Preventing Teenage Suicide in America

People have the power to positively or negatively transform a person’s life. It seems that the influence on some people’s lives has been more damaging than uplifting, resulting in suicides. There are 4,600 youth suicides each year among those aged 10 to 24, according to Statistic Brain.

Young adults can help to prevent teenage suicide among their peers by becoming aware of the warning signs, knowing the difference between facts and myths, spreading awareness about it and referring people to programs. The American Foundation for Suicide Prevention (AFSP) has identified the warning signs of a person wanting to die by suicide. These include making a plan, talking about it, isolating themselves from others, acting completely differently, feeling like a burden, using drugs or alcohol excessively and sleeping for long or short quantities of time. Pay attention to the warning signals that people portray verbally, such as stating lack of worth, and nonverbally, such as sleeping for long periods of time. Knowing these signs will also help you become more perceptive of others’ thoughts and actions. Then, if a close friend states, “I have my plan, and I am going to end everything tonight. I’m tired of being a burden,” the person understands that their close friend needs immediate assistance. Being conscious of suicide facts is essential to preventing it.

Members of the U.S. Army participating in a Suicide Awareness Run
Members of the U.S. Army participating in a Suicide Awareness Run Flickr | Creative Commons
People have particular assumptions about teenage suicide. The first step in preventing suicide is learning accurate information about suicide. The AFSP states that one myth about suicide is that people cannot prevent it, which is not true because people usually tell someone in hopes of getting help. It is a myth that people die by suicide for attention. In fact, about 90 percent of suicide victims have one or more treatable mental illnesses. The AFSP claims that the idea that adolescents and young adults are the most at risk for suicide is myth because the suicide rate of this age group is lower than the national average. The next myth the AFSP notes is that treatments, including therapy and medications, don’t work, but they have helped suicide victims with mental illnesses. An additional myth the foundation addresses is that reduction of access to methods of dying by suicide will not prevent it, but this neglects the fact that it can give the person time to calm down.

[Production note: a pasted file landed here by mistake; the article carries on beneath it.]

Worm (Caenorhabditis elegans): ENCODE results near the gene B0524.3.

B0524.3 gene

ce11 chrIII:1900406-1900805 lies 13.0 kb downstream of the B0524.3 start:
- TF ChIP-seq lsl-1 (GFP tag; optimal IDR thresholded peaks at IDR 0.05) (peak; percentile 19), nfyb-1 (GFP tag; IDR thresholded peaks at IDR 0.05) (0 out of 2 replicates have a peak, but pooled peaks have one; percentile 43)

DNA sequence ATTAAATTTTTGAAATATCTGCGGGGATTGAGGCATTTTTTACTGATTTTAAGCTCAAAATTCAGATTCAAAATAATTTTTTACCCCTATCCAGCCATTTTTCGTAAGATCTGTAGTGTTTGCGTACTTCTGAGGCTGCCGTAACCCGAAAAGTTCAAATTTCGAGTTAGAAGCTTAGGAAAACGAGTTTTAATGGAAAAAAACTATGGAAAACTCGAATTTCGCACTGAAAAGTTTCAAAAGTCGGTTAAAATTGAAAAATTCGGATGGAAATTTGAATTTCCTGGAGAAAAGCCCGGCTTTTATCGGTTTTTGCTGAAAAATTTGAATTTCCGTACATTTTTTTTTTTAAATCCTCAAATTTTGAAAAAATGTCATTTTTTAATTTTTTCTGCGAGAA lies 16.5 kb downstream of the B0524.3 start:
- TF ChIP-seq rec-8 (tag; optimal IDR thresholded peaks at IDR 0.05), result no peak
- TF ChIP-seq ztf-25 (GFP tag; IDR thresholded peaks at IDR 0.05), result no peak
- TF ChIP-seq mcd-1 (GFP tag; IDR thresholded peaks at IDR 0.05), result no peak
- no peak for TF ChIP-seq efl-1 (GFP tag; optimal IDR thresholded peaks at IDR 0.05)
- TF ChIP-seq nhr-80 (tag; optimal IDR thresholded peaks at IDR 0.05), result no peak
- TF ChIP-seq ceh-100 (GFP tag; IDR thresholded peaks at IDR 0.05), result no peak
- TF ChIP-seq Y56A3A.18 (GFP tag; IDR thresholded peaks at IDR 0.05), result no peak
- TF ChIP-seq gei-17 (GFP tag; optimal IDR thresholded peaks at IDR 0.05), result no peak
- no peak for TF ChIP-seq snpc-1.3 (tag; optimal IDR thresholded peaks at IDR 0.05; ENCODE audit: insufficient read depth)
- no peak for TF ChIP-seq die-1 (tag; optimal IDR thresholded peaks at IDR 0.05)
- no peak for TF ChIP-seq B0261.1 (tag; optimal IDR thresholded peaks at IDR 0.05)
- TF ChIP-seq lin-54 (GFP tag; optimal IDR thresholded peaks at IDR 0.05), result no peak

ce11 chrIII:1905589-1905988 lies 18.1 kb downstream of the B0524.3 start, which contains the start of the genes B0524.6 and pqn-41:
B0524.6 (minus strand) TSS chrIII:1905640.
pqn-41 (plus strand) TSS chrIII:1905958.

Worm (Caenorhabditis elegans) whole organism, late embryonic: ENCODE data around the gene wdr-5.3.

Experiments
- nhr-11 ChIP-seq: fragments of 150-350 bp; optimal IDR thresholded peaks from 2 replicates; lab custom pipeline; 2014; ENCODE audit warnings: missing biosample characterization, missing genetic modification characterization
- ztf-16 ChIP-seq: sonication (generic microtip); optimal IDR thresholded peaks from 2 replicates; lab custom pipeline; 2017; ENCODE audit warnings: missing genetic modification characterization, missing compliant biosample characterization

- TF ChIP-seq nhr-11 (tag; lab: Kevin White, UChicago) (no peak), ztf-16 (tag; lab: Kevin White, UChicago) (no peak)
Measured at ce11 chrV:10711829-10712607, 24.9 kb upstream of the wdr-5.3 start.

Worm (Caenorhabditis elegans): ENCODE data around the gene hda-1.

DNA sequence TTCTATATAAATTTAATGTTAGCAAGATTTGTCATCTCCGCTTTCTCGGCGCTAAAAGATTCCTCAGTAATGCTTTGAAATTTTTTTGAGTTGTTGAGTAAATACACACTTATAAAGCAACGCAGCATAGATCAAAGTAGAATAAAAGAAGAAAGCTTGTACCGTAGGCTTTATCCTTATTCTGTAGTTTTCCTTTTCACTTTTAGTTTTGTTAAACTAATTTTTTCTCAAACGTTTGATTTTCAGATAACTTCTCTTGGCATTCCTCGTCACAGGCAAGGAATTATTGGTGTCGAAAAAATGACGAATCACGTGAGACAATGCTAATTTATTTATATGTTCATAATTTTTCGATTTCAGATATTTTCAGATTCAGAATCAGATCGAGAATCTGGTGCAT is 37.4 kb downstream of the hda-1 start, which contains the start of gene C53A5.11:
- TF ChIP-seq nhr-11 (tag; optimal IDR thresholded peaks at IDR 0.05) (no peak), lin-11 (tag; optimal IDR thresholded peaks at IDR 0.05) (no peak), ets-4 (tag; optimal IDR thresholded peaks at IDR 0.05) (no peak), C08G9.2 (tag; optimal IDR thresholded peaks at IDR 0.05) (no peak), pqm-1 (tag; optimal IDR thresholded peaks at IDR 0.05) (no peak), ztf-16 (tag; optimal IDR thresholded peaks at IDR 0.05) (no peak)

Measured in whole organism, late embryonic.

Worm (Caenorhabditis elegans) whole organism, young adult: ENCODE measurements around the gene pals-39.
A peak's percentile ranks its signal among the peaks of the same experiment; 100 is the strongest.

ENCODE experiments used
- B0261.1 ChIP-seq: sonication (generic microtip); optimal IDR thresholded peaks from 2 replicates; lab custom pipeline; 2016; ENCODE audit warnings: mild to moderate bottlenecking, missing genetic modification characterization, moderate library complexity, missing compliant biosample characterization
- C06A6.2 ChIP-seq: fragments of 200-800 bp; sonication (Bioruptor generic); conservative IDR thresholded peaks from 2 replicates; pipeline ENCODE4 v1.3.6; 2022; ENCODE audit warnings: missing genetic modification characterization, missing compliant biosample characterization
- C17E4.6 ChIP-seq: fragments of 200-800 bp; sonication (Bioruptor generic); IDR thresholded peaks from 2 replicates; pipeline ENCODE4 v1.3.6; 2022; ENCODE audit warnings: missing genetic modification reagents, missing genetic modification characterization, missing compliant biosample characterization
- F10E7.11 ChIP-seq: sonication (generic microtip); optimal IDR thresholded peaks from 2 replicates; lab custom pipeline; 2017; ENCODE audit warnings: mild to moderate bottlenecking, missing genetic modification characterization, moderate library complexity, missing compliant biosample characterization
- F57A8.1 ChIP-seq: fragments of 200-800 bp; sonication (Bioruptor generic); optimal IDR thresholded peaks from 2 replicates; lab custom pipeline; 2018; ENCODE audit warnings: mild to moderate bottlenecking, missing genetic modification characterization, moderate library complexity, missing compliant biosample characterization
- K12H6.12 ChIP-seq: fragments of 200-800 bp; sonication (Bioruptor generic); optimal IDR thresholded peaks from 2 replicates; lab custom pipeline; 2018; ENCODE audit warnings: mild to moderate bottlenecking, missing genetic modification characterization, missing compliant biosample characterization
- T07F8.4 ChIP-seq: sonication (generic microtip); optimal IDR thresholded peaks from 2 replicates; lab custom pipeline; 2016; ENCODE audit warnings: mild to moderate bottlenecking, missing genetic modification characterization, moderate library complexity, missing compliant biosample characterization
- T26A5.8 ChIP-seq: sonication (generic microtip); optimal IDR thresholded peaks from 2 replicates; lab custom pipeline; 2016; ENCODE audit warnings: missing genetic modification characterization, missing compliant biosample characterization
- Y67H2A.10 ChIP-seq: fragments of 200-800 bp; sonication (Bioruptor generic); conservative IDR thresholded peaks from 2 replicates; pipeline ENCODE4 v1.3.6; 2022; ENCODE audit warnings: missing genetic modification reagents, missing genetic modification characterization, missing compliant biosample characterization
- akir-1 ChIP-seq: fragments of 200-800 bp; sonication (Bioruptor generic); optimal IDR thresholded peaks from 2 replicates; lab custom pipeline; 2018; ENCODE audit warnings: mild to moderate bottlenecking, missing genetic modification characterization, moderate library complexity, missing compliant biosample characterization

The next step in preventing suicide is figuring out how to inform others about suicide and its prevention. Spreading awareness can assist in saving lives and help others see the purpose behind the message. This act of sharing information can be as simple as asking a friend who shows the warning signs if they are planning to commit suicide. Another way to gain awareness of suicide is by attending a suicide prevention convention. Then, students could plan events to encourage attendance during the National Suicide Prevention Week, which occurred from Monday, Sept. 8 to Sunday, Sept. 14. The Eastern community could collectively work to changing the mindset that suicide prevention is a lost cause among the faculty and students. Also, students, professors and staff could have a discussion panel about suicide myths versus facts and ways to prevent it.

There are resources for people contemplating suicide. Some resources have already been mentioned, such as therapy and medication, but there are other options to get help. The National Suicide Prevention Lifeline states that a person can be motivated to not attempt suicide by viewing empowering videos, reading about how others overcame suicide and making a system that helps with tough moments.

Life is precious and worth dealing with, even in the moments of difficulty. If people are willing to, they can help to inform others, which can aid in preventing suicide. People should step out of their comfort zones and change their perceptions of suicide.

If you or someone you know is contemplating suicide, please call the National Suicide Prevention Lifeline at 1-800-273-8255 immediately.


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